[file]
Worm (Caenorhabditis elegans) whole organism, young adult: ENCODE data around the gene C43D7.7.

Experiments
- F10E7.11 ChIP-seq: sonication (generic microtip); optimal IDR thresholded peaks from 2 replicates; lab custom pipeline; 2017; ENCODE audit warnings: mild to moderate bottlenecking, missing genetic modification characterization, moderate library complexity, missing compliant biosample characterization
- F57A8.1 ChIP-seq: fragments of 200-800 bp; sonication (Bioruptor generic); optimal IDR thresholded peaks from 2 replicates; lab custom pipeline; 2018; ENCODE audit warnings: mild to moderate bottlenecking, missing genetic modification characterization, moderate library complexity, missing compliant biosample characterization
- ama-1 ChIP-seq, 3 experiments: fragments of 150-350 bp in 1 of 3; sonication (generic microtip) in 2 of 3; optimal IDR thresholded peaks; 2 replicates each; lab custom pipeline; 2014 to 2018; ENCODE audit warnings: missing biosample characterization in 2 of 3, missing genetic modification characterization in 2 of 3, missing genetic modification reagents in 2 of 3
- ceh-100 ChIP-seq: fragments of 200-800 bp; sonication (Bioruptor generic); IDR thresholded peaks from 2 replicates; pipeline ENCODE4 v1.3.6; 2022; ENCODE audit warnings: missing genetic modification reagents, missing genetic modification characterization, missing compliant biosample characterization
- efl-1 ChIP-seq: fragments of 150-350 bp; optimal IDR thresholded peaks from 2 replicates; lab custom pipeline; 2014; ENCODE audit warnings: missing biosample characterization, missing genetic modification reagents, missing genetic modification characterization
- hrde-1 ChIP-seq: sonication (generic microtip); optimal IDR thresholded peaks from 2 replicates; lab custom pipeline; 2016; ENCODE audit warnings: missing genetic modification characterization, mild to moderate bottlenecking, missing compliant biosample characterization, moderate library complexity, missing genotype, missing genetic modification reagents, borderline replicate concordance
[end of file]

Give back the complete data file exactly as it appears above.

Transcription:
Worm (Caenorhabditis elegans) whole organism, young adult: ENCODE data around the gene C43D7.7.

Experiments
- F10E7.11 ChIP-seq: sonication (generic microtip); optimal IDR thresholded peaks from 2 replicates; lab custom pipeline; 2017; ENCODE audit warnings: mild to moderate bottlenecking, missing genetic modification characterization, moderate library complexity, missing compliant biosample characterization
- F57A8.1 ChIP-seq: fragments of 200-800 bp; sonication (Bioruptor generic); optimal IDR thresholded peaks from 2 replicates; lab custom pipeline; 2018; ENCODE audit warnings: mild to moderate bottlenecking, missing genetic modification characterization, moderate library complexity, missing compliant biosample characterization
- ama-1 ChIP-seq, 3 experiments: fragments of 150-350 bp in 1 of 3; sonication (generic microtip) in 2 of 3; optimal IDR thresholded peaks; 2 replicates each; lab custom pipeline; 2014 to 2018; ENCODE audit warnings: missing biosample characterization in 2 of 3, missing genetic modification characterization in 2 of 3, missing genetic modification reagents in 2 of 3
- ceh-100 ChIP-seq: fragments of 200-800 bp; sonication (Bioruptor generic); IDR thresholded peaks from 2 replicates; pipeline ENCODE4 v1.3.6; 2022; ENCODE audit warnings: missing genetic modification reagents, missing genetic modification characterization, missing compliant biosample characterization
- efl-1 ChIP-seq: fragments of 150-350 bp; optimal IDR thresholded peaks from 2 replicates; lab custom pipeline; 2014; ENCODE audit warnings: missing biosample characterization, missing genetic modification reagents, missing genetic modification characterization
- hrde-1 ChIP-seq: sonication (generic microtip); optimal IDR thresholded peaks from 2 replicates; lab custom pipeline; 2016; ENCODE audit warnings: missing genetic modification characterization, mild to moderate bottlenecking, missing compliant biosample characterization, moderate library complexity, missing genotype, missing genetic modification reagents, borderline replicate concordance